In the early times of the Church, the Apostles found themselves with the serious problems of whether to admit, or not to admit, foreigners into the Church. One day, a foreign woman comes to Jesus. She belonged to the Canaanites that had often drawn Israel from its faith in the Lord to the worship of Baal. At first, Jesus relates to the woman very harshly, and rudely says to her: "I was sent only to the lost sheep of Israel….not to wild scavenger dogs" (!). At first Jesus relates to her with contempt as any of his fellow Israelites would have treated her. However, the rest of the story reveals how Jesus challenged the Apostles to accept a radical change of mind. In the end, Jesus says: "Woman, you have great faith!" By healing the daughter of the Canaanite woman, Jesus is showing that the time has come to pull down the barriers that have divided people throughout the ages. The greatest thing to come out of Jesus' encounter with the Canaanite woman was the "great faith" she was given by Jesus. The New Testament teaches us that faith is a gift God gives us to:
Realize the damning consequences of our sinful nature and our need for a Savior.
Accept that God freely gives us his own Son as our Savior from sin, death, and the devil.
Celebrate that this "great faith" within us is an unconditional gift of God which we were "predestined to receive" (Eph 1:4).
For St. Paul, and the sixteenth century Protestant Reformers, nothing can surpass the "saving faith" we have received as a gracious gift from God.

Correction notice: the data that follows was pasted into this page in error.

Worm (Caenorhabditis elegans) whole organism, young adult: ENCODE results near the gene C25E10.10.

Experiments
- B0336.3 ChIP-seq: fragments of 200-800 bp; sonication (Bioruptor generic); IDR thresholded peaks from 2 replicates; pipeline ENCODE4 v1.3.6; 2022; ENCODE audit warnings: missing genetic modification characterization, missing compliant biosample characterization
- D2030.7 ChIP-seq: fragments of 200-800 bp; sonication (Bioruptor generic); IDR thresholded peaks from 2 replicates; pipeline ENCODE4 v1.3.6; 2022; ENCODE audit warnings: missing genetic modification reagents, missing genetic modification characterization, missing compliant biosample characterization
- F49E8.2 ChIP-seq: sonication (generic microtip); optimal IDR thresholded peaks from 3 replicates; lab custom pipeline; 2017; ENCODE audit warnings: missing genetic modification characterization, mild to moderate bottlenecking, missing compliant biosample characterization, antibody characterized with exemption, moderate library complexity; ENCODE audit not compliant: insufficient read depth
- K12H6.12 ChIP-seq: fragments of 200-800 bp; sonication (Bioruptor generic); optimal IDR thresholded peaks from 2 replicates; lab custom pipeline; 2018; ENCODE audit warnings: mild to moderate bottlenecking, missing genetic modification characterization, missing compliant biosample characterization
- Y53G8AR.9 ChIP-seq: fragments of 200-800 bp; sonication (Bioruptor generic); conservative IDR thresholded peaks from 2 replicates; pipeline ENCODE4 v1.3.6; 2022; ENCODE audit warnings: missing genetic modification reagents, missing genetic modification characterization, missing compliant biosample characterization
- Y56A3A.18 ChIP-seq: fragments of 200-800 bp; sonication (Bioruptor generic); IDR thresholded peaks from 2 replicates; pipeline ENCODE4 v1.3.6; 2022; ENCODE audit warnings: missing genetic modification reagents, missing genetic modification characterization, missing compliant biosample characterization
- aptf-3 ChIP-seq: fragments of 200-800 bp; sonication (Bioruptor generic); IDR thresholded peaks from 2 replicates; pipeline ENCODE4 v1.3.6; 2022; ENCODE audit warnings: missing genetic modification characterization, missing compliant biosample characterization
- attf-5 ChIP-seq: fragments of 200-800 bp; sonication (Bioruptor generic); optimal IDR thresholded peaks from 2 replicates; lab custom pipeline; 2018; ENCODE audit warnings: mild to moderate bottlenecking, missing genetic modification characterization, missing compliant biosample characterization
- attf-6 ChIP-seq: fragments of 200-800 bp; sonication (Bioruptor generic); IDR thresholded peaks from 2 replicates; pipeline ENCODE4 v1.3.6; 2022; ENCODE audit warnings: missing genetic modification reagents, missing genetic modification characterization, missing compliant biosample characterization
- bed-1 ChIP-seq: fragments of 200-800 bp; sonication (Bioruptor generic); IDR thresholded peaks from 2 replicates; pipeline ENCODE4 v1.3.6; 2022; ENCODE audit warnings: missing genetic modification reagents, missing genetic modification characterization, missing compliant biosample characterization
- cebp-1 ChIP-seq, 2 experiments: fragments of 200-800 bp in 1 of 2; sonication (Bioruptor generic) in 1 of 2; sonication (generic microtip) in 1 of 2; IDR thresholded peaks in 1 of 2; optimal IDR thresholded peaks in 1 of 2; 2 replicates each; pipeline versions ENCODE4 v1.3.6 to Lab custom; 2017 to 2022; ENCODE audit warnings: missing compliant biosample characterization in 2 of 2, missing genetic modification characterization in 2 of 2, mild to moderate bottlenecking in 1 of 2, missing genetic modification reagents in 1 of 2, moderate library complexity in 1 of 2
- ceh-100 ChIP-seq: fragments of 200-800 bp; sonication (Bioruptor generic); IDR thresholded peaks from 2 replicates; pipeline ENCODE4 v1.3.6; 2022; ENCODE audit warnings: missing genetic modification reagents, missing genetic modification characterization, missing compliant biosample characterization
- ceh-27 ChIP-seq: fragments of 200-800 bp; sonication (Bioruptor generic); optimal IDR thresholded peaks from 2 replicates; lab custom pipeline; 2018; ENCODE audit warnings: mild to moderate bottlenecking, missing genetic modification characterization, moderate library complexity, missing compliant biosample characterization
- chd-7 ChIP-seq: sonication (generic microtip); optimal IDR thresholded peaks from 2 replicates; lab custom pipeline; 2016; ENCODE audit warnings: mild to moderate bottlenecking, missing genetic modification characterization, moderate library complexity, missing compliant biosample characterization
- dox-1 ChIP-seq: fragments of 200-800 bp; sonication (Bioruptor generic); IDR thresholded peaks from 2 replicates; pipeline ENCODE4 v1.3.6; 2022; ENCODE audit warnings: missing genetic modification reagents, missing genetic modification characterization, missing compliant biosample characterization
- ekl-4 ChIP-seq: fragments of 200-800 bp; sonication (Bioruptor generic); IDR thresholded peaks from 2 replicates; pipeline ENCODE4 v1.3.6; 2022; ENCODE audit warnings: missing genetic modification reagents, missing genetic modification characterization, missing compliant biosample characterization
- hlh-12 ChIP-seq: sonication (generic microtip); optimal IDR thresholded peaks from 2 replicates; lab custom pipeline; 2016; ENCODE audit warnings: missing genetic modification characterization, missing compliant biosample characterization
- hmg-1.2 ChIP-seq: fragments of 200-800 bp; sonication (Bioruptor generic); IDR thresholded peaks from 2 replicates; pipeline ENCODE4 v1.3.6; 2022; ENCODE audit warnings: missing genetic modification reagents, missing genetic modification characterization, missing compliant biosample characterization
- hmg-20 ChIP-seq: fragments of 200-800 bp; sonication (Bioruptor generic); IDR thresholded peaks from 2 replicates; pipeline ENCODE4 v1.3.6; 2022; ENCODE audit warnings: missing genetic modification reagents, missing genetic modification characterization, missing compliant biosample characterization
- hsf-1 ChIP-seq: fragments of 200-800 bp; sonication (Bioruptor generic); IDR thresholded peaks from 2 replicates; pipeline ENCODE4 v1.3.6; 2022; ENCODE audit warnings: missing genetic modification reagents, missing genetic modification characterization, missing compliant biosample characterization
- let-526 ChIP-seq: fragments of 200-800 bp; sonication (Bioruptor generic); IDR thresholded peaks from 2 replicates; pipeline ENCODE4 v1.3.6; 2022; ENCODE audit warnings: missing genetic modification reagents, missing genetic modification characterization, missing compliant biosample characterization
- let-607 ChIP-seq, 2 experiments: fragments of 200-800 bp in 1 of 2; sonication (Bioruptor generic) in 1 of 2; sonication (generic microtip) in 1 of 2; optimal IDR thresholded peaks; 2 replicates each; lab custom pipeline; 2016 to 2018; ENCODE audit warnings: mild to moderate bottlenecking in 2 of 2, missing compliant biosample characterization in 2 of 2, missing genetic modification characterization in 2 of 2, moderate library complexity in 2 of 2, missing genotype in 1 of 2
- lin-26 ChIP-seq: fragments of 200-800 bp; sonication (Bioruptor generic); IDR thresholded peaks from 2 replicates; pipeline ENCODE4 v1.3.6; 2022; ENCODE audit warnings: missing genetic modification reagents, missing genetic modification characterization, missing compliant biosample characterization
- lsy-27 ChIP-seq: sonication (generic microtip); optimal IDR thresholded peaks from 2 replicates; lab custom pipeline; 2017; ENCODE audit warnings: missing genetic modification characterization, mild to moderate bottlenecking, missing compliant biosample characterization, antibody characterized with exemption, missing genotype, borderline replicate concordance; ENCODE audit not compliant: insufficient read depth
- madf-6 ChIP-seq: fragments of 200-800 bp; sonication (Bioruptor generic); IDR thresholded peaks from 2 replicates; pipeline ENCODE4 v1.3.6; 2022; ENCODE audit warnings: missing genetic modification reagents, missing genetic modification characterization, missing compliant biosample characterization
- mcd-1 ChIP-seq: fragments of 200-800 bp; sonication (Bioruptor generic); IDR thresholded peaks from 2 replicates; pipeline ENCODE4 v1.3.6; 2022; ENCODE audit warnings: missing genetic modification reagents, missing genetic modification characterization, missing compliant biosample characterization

This Gospel provides a summary of how our faith matures: At first we are attracted to Jesus and give him a place in our hearts, trusting that our life will be better with him. For the most part we limit Jesus to our hearts. The areas of our daily life - school, business, leisure, relationships, marriage, etc. - are experienced without Jesus. Then it happens, a storm of life appears. Whether or not we turn to Jesus for help is not always certain. At some point our faith in Jesus experiences a new level of maturity when we cry out for Jesus to help us through one of the storms of life. As we go through life there are many storms and many opportunities to cry out to Jesus to help us. Usually, at some particular point, usually out of necessity, we deepen our dependency upon Jesus' saving power in the midst of a difficult storm. The Church's first great theologian, St. Augustine, wrote much about how our faith in Jesus becomes more mature. His commentary on this Gospel says, "The boat that is carrying the disciples is like the Church, tossed and shaken by the tempests of temptation, which come from the devil. But, greater is, 'He who is the Lord' (v. 30). In times of illness, troubles, and a multitude of difficulties we need to be reminded that Jesus taught that, 'God sends rain on the righteous and the unrighteous.' Fortunately, the storms of life can be for us Christians a great blessing. Unless we experience the storms of life, like Peter, our hearts will never truly learn to cling to Jesus as our Savior. A fearful, broken and troubled heart is the door through which Christ Jesus can find entry. Jesus, the one who saves, comes to us in the midst of our troubles saying to us 'take heart it is I, do not be afraid' (v. 27). Christ uses all the troubles of life to reveal his presence in our hearts and in the world."